Devil’s De-light

Sunset Middle Cowhorn

As I was cleaning out my office this week I came across a file containing a collection of letters, notes, and photos from my early years with the School of Lost Borders. While sorting through the pile, I realized that I participated in my first “vision fast” over twelve years ago and have been doing so each year ever since. I suppose this confirms that vision fasting has become a firm “practice” in my life. To go into the wilderness, alone and without food and shelter, may sound like a bizarre thing to do, but it serves as a sort of periscope for me; a means for traveling through the rich dark matter which lies beneath the surface.

There is something absolutely elemental about stripping oneself down in a wild landscape. To be exposed in nature, hungry and alone, arouses a remembering, both in body and dreams, of our primordial lineage – a connection to our wildness that can never be fully shed. As human ecologist, Paul Shepard, writes, even though we have become largely domesticated within our surroundings, “Wildness is a genetic state…”It is that genetic aspect of ourselves that spatially occupies every body and every cell”.  In other words, we cannot leave behind our wild nature. We can only suppress it. And, when we suppress it, it usually returns and bites us hard in the ass.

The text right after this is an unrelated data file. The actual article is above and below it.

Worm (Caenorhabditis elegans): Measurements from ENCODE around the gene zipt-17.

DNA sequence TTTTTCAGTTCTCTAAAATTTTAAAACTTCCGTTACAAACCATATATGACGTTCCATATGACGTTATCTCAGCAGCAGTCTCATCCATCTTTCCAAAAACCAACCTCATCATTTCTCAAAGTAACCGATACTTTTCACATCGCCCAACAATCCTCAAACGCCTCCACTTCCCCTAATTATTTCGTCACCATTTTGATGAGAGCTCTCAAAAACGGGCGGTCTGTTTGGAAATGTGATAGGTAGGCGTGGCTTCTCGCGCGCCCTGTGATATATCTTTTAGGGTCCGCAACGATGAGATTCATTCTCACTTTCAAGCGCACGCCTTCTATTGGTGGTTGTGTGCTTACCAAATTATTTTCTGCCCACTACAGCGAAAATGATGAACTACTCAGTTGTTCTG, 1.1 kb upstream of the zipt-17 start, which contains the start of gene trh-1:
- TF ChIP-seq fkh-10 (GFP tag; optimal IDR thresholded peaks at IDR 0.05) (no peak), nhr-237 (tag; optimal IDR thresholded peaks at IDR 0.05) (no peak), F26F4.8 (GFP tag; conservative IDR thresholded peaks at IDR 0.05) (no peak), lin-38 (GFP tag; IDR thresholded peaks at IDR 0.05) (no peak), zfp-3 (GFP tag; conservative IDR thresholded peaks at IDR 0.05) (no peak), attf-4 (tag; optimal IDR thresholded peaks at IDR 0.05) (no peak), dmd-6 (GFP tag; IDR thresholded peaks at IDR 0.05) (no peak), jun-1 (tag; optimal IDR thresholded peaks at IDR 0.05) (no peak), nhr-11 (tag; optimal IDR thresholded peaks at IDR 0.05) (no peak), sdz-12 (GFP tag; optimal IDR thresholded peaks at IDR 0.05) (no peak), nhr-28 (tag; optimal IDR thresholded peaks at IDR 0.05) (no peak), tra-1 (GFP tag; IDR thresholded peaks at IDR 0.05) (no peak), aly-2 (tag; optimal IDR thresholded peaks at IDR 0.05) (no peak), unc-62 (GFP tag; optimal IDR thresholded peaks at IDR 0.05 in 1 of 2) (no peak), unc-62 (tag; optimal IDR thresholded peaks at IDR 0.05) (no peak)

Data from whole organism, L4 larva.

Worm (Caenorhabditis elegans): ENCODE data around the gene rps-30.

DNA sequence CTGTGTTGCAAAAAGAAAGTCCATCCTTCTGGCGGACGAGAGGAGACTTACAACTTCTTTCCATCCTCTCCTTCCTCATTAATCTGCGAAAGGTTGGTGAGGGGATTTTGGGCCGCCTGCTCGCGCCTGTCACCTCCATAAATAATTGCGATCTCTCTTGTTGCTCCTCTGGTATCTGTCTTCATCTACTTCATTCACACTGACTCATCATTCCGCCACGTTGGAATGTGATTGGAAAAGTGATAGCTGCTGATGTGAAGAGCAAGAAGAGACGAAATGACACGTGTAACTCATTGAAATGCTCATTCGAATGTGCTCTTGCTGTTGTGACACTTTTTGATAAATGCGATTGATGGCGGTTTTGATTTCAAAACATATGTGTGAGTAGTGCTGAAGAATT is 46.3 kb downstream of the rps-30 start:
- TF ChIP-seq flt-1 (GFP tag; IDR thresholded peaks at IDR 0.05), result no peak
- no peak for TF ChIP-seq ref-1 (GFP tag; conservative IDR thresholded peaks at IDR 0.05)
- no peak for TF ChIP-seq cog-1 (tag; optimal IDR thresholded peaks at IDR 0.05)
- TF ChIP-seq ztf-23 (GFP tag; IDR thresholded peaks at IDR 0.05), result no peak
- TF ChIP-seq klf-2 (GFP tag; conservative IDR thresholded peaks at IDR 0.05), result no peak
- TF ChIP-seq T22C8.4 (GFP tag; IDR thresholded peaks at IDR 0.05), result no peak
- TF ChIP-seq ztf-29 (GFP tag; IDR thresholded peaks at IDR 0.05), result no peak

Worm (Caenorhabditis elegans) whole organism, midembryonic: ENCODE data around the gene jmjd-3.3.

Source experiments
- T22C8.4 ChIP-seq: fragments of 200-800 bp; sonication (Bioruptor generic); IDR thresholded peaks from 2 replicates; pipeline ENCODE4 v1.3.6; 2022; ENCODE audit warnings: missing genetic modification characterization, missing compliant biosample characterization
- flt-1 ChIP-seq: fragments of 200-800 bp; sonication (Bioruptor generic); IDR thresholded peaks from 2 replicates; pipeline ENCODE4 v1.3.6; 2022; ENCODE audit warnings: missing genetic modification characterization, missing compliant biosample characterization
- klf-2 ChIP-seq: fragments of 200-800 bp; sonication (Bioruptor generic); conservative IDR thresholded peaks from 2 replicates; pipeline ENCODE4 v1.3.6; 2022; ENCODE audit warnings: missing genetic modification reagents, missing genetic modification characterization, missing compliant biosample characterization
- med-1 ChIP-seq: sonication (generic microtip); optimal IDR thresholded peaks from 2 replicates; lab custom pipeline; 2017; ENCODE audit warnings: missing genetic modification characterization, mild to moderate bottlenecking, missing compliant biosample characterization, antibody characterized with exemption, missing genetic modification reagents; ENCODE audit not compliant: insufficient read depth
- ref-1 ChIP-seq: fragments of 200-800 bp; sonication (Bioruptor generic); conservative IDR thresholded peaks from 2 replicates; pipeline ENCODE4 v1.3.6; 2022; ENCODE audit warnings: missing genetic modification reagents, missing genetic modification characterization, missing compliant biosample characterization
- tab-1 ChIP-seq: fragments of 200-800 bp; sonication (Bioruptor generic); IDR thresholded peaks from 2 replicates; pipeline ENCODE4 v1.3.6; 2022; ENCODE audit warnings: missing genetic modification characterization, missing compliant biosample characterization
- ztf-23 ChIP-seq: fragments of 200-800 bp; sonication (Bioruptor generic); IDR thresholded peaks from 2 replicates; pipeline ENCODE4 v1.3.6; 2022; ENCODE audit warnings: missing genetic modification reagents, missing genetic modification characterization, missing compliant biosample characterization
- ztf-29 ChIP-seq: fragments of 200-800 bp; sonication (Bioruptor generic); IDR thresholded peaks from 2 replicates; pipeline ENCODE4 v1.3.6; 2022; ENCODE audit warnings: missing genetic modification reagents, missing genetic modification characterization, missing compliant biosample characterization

And thus, this September I find myself, once again, in the Inyo Mountains, hungry and alone and wondering why in God’s name would I do such a foolish thing.  Joe has joined me this time, although he is out of sight and earshot, situated on the ridge across the valley from where I have placed my tarp and sleeping bag.  Four days and four nights – right here. Not much to do except wait, watch, listen and try not to go insane.

Stone PileIt has become so painfully difficult for me to remain still. With my dad’s dying, in addition to a heavy workload, all I did last year was move from one location to another, back and forth, and at high speeds.  Although I hate it, I have become addicted to movement.  When I stop moving, the devil shows up.

Particularly on this fast, the devil appeared in the form of fear – fear of pain, loss, and death. Really, ultimately fear of the wild aspect of nature that I mentioned above because to be engaged with Nature is also to recognize that she both creates and destroys, gives life and freely takes it back. This terrifies me, but it is only in the presence of death that I can truly be wild. It is only by embracing death that nature is no longer tagged as evil. To find oneself calm and unwavering within this tremendous paradox is key to being at home on this planet.  This is the gift of consciousness that Earth gives us.